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Topic: Bad Tutorial? Connect an LED directly to pin 13 without resistor? (Read 743 times) previous topic - next topic

rtek1000

Hello,

Connect an LED directly to pin 13 without resistor?  :o

How can a tutorial teach things like that?  :smiley-confuse:


Arduino: Lesson 1 - Blinking an LED
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Budvar10

This is probably LED for 5V with built in resistor e.g. Kingbright L-7113ID-5V.
Arduino clone with ATmega1284P   http://forum.arduino.cc/index.php?topic=277260.0

rtek1000

This is probably LED for 5V with built in resistor e.g. Kingbright L-7113ID-5V.
Maybe, but it gets too confusing for the beginner, do not you think?
Please avoid private messages, your question may be someone's answer in the future!

Budvar10

Arduino clone with ATmega1284P   http://forum.arduino.cc/index.php?topic=277260.0

pert

This is probably LED for 5V with built in resistor e.g. Kingbright L-7113ID-5V.
No. If you watch the video, they're relying on there being a built-in resistor on pin 13. This was the case with some old Arduino boards before they realized that makes the pin not so good for uses other than blinking an LED. I'm not sure if the pre-v3 Uno used in the video had the resistor or not. Unfortunately Arduino doesn't bother to provide hardware design version history beyond a short text summary in the product page.

Regardless, I still think it was a bad idea to skip the resistor. Even if a beginner happened to have a board with the built-in LED, some will end up assuming that they can get by without resistor on all pins and damage their Arduino board. I think it was done by a kid so we have to give them some slack but it's really frustrating to see people spreading bad information.

Here's one that's much, much worse:
http://johnny-five.io/examples/


That's the first thing you see when you click on Examples on the Johnny Five website. Johnny Five is the most popular Arduino project on GitHub. They are teaching many thousands of people to use Arduino without understanding the most basic concepts. For years, they even had another one of these examples that told you to connect a plain DC motor directly to an Arduino IO pin, which was only fixed in the last few months:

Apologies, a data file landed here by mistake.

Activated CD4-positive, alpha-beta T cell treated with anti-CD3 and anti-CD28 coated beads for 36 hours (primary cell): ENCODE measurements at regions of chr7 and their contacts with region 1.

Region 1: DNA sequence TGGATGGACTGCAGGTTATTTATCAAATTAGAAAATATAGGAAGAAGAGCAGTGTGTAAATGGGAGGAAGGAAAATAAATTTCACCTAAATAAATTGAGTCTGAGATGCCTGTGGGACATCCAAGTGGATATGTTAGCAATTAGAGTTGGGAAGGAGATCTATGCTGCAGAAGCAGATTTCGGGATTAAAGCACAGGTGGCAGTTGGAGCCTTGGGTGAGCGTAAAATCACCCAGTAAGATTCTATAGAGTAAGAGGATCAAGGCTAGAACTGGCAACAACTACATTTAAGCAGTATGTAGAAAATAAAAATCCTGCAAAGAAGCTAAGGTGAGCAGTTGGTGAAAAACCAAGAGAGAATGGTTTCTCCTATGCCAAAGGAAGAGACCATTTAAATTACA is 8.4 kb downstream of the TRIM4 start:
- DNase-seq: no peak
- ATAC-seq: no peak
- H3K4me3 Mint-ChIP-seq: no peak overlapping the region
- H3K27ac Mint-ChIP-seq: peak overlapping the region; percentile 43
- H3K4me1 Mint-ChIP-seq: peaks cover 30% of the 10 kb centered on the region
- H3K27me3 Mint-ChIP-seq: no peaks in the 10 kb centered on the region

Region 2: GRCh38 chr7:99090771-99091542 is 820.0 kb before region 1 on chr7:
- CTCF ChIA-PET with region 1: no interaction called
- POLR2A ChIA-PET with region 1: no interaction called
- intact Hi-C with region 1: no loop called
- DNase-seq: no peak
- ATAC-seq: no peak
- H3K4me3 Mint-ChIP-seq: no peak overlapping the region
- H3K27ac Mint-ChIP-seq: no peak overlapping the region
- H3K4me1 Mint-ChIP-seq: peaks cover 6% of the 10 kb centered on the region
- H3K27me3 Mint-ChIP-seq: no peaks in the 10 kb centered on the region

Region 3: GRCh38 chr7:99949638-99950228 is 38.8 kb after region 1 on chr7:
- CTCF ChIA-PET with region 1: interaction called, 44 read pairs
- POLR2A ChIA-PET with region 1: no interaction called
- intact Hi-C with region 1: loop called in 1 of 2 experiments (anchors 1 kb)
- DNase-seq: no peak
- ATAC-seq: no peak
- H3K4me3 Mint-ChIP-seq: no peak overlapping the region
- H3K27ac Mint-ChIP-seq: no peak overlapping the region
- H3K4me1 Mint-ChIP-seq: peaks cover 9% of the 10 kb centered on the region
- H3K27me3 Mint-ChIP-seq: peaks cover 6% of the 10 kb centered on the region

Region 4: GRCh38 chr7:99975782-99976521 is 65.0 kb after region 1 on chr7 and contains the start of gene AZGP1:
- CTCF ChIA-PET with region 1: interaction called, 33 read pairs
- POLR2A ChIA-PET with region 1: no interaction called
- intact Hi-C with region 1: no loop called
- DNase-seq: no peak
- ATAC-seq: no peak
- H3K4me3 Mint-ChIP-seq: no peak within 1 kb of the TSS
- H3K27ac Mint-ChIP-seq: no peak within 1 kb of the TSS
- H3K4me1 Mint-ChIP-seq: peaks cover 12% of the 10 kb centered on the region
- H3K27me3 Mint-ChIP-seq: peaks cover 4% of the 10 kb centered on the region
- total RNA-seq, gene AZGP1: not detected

http://web.archive.org/web/20180420163002/http://johnny-five.io/examples/motor/

I wonder how many destroyed Arduino boards and sad, frustrated, confused beginners that was responsible for.

rtek1000

 :o

I get sad just imagining someone doing these tutorials, without knowledge, or even to harm someone.

So people upset because your board does not work, or never worked properly, come here in the forum look for correct information, but it is already too late

:(
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pert

I was thinking the same thing. We always get stuck trying to clean up the mess left behind by all the terrible Instructables, YouTube videos, etc.

Budvar10

.. I'm not sure if the pre-v3 Uno used in the video had the resistor or not. Unfortunately Arduino doesn't bother to provide hardware design version history beyond a short text summary in the product page...
Yes, this UNO used in the video looks like R1. Versions prior R3 have LED with resistor in series between pin 13 and GND. Here is the schematics:
https://www.arduino.cc/en/uploads/Main/arduino-uno-schematic.pdf.
Pin 13 is directly on MCU's output.
Arduino clone with ATmega1284P   http://forum.arduino.cc/index.php?topic=277260.0

westfw

There hasn't been a series resistor between the avr and the pin 13 connector since WAY before any rev of Uno.  Early UNOs have a resistor and led on the board connected the the avr, and r3 UNOs have the opamp half as a driver.  But even diecimilla had gotten rid of the resistor to the pin...

On the plus side, it turns out that driving an led from an avr with a resistor usually doesn't burn out either the led or the avr, even if it isnt "good practice"

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